Remember the purpose behind the struggle. James 1:2-4 says, "Count it all joy, my brothers, when you meet trials of various kinds, for you know that the testing of your faith produces steadfastness. And let steadfastness have its full effect, that you may be perfect and complete, lacking in nothing." I know it's hard to be "joyful" about hard challenges or circumstances; life can be downright terrible. But having a godly perspective can often help you get through the night. Be assured that God is with you and will recognize your trust and faith in Him (1 Peter 1:6-7).

Looking back on when I've perceived quietness from the Lord, I now understand why it happened. Feeling alone in the dark pushed me into a deeper surrender to God. It made me miss Jesus. It made me desire His friendship. And when I found it, that was true joy.

Seek a Deeper Surrender

Cold water tastes sweeter after you've gone for a run and your throat is parched. I was treating God like a cosmic vending machine. I'd put Him in a box I could open whenever I wanted something, and I thought I was content there. Nothing would have changed if God had not allowed me to get very uncomfortable, if He had not stirred a longing in my heart for something better. I was forced to stop treating Him like a vending machine and start truly letting Him into my life. That darkness brought me into a place of fuller surrender. I still struggle (we all will), but in that moment, I realized I wanted to give my life, ALL my life, to Christ and live for Christ in a Galatians 2:20 sort of way.

Could God be calling you to a deeper surrender now? Is He pushing you to desire Him, all of Him—no matter what may come? If Jesus asks you if you are going to leave Him, will you be like Peter and say, "Lord, where else would I go? You have the words of eternal life, and I have believed, and have come to know, that you are the Holy One of God" (John 6:66-69).

Do you know what God has to say about your situation? He communicates to us through His Word and can bring great comfort if we would just allow Him in. I like to write out an entire passage and let my pen flow, letting God reveal Himself in my journal. When you read the Bible, really meditate on those words. Don't read it like a textbook, but let it "transform you by the renewing of your mind" (Romans 12:2).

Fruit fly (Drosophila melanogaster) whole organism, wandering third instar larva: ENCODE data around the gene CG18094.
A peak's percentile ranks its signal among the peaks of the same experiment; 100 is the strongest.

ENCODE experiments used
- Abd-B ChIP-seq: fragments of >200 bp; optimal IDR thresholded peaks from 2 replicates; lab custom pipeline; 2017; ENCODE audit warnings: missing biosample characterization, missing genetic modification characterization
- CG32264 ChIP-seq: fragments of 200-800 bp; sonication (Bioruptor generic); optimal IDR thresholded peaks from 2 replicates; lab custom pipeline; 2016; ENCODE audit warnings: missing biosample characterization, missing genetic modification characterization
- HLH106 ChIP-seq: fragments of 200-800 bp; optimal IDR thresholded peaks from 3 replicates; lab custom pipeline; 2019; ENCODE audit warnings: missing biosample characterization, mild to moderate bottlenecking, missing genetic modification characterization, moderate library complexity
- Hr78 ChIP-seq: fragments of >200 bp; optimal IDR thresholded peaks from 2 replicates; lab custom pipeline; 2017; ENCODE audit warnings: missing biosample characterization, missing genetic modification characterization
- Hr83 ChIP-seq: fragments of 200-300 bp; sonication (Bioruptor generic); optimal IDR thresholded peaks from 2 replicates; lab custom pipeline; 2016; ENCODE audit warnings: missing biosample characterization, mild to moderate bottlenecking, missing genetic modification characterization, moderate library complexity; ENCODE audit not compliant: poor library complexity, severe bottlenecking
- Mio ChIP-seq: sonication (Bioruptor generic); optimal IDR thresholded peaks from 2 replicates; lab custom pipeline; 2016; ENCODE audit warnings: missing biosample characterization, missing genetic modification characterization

Never forget the truth you've already seen.

Do you ever look back at old pictures and grin as you reminisce about the good times? We can do that with God too! During troubled times, remind yourself of what good He has done in your life. The author of Psalm 77 brings his hurt and feelings of rejection to the Lord, but notice that he doesn't continue wallowing in his sorrow. He instead focuses on God's character in worship (Psalm 77:11-14).

Be honest with God about your pain; scream at Him if you need to. He can handle it! But don't stay there—remember what Jesus has done for you, what God has done. Some of your deepest moments of connection with God may come during dark times. You can pray, "I hate this situation, but I know You're good, and You're my God. You know what the outcome will be. I trust You because You love me" (Hebrews 13:5; Matthew 28:20; Philippians 1:6). Our feelings are fickle, but God is not. Remember God's truth—no matter how you feel.


God is always with you—even during times that seem like the light will never come back (John 15:15; Matthew 11:28). Jesus understands your struggles (Hebrews 4:15), and God promises He help you (John 16:33; 1 Corinthians 10:13). This time has great potential to grow you in Christlikeness (James 1:2-4). Ask God to open your eyes and grow you through this darkness. God does have joy for you, and He is faithful to complete His good work in you (Philippians 1:6).

Writer: Jenny

Jenny is a college student who loves God and loves people! She is a major dog person, plays 3 instruments, and sings. She’s also a hardcore coffee enthusiast. Her favorite verse is Ephesians 4:32, “Be kind to one another, tenderhearted, forgiving one another, as God in Christ forgave you.”